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December 8, 2011

CASA drops portion of suit against MD Dream Act

Attorneys backed by CASA de Maryland who are trying to block a 2012 referendum on the Maryland Dream Act have modified their lawsuit against the state, and now concede that opponents of the controversial law did gather enough valid signatures.

The CASA attorneys still contend that the referendum should not go forward because they say the law, which grants in-state tuition to illegal immigrants, is technically an appropriations measure and therefore not allowed to be petitioned. Oral arguments in the case are set for late January.

"We feel very strongly ... that this is the kind of law that the the Maryland Constitution prevents from going to referendum," said Joseph Sandler, the lead attorney for the plaintiffs.

The development means that a Maryland court will not have a chance to rule on a new internet tool that was used this year to gather signatures for the repeal effort. Maryland Republicans hope to use the tool more frequently, and have toyed with employing it to protest Gov. Martin O'Malley's congressional redistricting map.

The initial lawsuit had claimed that the signatures generated from online petitions did not pass legal muster.
Posted by Annie Linskey at 12:52 PM | | Comments (0)
        

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Annie Linskey covers state politics and government for The Baltimore Sun. Previously, as a City Hall reporter, she wrote about the corruption trial of Mayor Sheila Dixon and kept a close eye on city spending. Originally from Connecticut, Annie has also lived in Phnom Penh, Cambodia, where she reported on war crimes tribunals and landmines. She lives in Canton.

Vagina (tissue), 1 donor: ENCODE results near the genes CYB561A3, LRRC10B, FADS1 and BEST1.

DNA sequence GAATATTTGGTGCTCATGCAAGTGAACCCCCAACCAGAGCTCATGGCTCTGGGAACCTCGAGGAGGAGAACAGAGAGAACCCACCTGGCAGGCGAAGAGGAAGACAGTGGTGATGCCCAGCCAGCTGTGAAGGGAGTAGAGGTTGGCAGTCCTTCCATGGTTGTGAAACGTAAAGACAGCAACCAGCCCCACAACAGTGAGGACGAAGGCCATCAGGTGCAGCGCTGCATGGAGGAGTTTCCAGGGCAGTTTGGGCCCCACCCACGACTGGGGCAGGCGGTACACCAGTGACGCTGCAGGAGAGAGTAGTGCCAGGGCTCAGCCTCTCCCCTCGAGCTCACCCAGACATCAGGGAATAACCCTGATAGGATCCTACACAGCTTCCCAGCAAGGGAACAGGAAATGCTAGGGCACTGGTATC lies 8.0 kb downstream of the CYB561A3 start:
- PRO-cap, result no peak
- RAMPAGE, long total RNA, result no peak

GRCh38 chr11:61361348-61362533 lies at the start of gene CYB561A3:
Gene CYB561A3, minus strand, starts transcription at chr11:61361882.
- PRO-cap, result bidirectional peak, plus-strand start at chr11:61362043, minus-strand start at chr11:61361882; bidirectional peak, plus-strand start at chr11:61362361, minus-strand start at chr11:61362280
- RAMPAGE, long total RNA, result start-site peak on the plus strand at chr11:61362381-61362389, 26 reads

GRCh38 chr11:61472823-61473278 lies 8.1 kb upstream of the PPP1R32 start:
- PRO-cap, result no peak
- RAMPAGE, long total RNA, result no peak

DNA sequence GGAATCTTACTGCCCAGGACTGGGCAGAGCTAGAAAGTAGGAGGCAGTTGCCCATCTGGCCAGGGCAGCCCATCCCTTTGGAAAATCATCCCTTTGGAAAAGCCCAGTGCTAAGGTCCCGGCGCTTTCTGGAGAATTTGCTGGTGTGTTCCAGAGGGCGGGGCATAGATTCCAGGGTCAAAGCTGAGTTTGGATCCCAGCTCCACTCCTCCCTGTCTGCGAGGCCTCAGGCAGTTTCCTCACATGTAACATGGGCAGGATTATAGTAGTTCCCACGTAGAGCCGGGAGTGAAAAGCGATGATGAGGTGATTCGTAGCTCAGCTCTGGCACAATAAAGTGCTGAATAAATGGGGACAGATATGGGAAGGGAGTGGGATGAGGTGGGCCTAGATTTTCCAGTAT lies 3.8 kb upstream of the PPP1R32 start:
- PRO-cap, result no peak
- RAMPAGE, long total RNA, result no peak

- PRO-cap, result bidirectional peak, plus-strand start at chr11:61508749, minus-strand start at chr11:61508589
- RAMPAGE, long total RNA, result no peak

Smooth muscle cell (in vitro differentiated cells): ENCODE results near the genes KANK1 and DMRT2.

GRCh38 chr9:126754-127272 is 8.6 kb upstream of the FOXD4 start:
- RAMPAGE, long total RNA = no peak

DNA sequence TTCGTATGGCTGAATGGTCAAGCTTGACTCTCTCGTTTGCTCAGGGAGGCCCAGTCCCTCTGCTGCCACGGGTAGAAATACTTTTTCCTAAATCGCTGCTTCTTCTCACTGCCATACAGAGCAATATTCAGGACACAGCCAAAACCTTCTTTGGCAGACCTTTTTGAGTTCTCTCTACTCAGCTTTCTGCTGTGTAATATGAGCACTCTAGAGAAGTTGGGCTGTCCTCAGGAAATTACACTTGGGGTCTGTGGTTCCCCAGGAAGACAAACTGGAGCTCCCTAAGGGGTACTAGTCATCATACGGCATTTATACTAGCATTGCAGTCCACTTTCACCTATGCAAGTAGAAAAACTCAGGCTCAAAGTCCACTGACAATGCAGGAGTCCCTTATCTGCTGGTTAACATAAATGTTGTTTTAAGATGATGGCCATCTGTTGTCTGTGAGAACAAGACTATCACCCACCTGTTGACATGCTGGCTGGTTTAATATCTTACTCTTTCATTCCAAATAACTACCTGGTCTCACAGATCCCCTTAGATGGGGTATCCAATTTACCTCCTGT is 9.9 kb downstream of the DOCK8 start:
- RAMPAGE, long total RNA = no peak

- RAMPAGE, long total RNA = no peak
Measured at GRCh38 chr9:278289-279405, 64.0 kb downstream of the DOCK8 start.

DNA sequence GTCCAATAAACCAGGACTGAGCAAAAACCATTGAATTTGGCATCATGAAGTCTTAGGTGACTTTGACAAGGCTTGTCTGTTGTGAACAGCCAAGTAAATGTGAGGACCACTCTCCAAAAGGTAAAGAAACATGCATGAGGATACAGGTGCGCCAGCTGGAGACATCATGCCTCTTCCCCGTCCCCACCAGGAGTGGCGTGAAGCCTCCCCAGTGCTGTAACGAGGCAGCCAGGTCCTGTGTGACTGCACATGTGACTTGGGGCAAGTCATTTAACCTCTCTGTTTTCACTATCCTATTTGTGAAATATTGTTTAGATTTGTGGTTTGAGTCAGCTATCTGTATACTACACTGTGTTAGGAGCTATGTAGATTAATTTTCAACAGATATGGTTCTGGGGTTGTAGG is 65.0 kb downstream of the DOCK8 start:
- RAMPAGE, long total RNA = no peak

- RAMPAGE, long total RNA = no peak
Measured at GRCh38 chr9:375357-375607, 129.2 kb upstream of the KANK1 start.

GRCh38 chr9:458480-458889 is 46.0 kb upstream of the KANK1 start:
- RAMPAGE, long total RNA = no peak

John Fritze has covered politics and government at the local, state and federal levels for more than a decade and is now The Baltimore Sun’s Washington correspondent. He previously wrote about Congress for USA TODAY, where he led coverage of the health care overhaul debate and the 2010 election. A native of Albany, N.Y., he currently lives in Montgomery County.

Julie Scharper covers City Hall and Baltimore politics. A native of Baltimore County, she graduated from The Johns Hopkins University in 2001 and spent two years teaching in Honduras before joining The Baltimore Sun. She has followed the Amish community of Nickel Mines, Pa., in the year after a schoolhouse massacre, reported on courts and crime in Anne Arundel County, and chronicled the unique personalities and places of Baltimore City and its surrounding counties.
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